I have one of these scars, as do many people in my age. I actually once heard a teenager on the bus wondering about the scars many older people have on their arms. Here are David Bowie and Iman’s smallpox vaccination scars.
Smallpox was eradicated by 1979 and samples of it remain only in two highly guarded laboratories. Apparently this is to help in researching similar viruses, and also in the event of biological warfare, if there needs to be live samples to test better vaccines.
After the vaccination, blisters forms at the vaccination area, crusted over, and healed in a couple of weeks. At the end it leaves a round scar.
To deliver the vaccine, a bifurcated needle was dipped into the Vaccinia solution and the individual’s arm was poked several times. A small amount of the vaccine was deposited each time the needle broke the skin and blisters formed. This explains why the scars are so large.
Right after the vaccine there is a small swelling at the vaccination site which persists for 6-8 hours. Then, the swelling disappears and the vaccination site looks normal. 6-8 weeks later a swelling appears again which looks like a mosquito bite. It starts to grow and forms a nodule which breaks open and discharges some fluid and forms an ulcer. The ulcer heals by forming a scar. This entire process takes 2-5 weeks. There are times when this process of ulceration and healing recurs 2-3 times. The formed scar remains for lifetime.
Smallpox was no longer present in most of the Western world after the early 1970’s, so vaccination wasn’t needed unless a person was travelling to a country where the virus was still present.
The Variola virus was certified to have been eradicated from the world’s population in 1980’s and this smallpox vaccination was stopped completely.
Historian Jennifer Keelan says a vaccine scar was a way to prove you weren’t a threat to your family and community.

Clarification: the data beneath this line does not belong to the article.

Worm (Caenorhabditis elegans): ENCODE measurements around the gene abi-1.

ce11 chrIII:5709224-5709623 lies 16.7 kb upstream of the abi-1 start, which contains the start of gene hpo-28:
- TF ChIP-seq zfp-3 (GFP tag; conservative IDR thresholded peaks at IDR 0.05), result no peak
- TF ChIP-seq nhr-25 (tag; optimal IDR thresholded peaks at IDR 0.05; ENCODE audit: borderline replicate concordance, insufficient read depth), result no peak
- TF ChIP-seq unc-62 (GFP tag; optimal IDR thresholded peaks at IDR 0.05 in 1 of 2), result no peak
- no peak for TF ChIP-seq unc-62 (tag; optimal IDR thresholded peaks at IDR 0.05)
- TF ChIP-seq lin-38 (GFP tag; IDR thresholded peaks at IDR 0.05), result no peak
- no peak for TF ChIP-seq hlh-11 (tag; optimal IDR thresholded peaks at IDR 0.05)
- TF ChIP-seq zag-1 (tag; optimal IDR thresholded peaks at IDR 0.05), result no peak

“It was literally like wearing a vaccination record right on your arm,” Keelan said. “The more prominent the more clear—in some cases they thought the more discrete the scars there were–the better indication that you actually were protected from smallpox.”
Keelan writes about smallpox epidemics and teaches in the Department of Public Health at Concordia University of Edmonton in Alberta, Canada.
To stop smallpox, the United States and other countries inspected immigrants at the border.
Smallpox is highly contagious, but Keelan says it’s a somewhat apocryphal story often told over and over in the middle of a smallpox scare: “It always comes from away. They come in by train with a bit of a fever, and they land smack dab in the middle of your city, they infect thousands of people and then your entire city is overthrown by this epidemic.”
Countries also passed compulsory vaccine laws for citizens.
“Public health officials and local police would ask people to roll up their sleeves before they entered schools, before they entered factories, before they boarded trains or ships,” said Michael Willrich, a Brandeis University professor whose book is “Pox: An American History.”
“In tenement districts in American cities, vaccination squads would go through during epidemics and check people for vaccination scars, and if they didn’t have them, often vaccinated them against their will,” Willrich said.
I have had to take many vaccines during my travels in Africa – cholera, yellow fever, rabies, tetanus, Hepatitis and B. Rabies, for example is 100% fatal so I never take any chances. I take also Malarone against malaria if necessary. I don’t take annual flu shots though. And I am not for compulsory vaccination. I always just hope that if as many people as possible do take the vaccine, we will protect those that are not vaccinated from being infected, and that they will not infect us if infected. I realise that, coming from Africa as I do, I may have a different view of vaccinations than someone who lives in an area without rampant disease.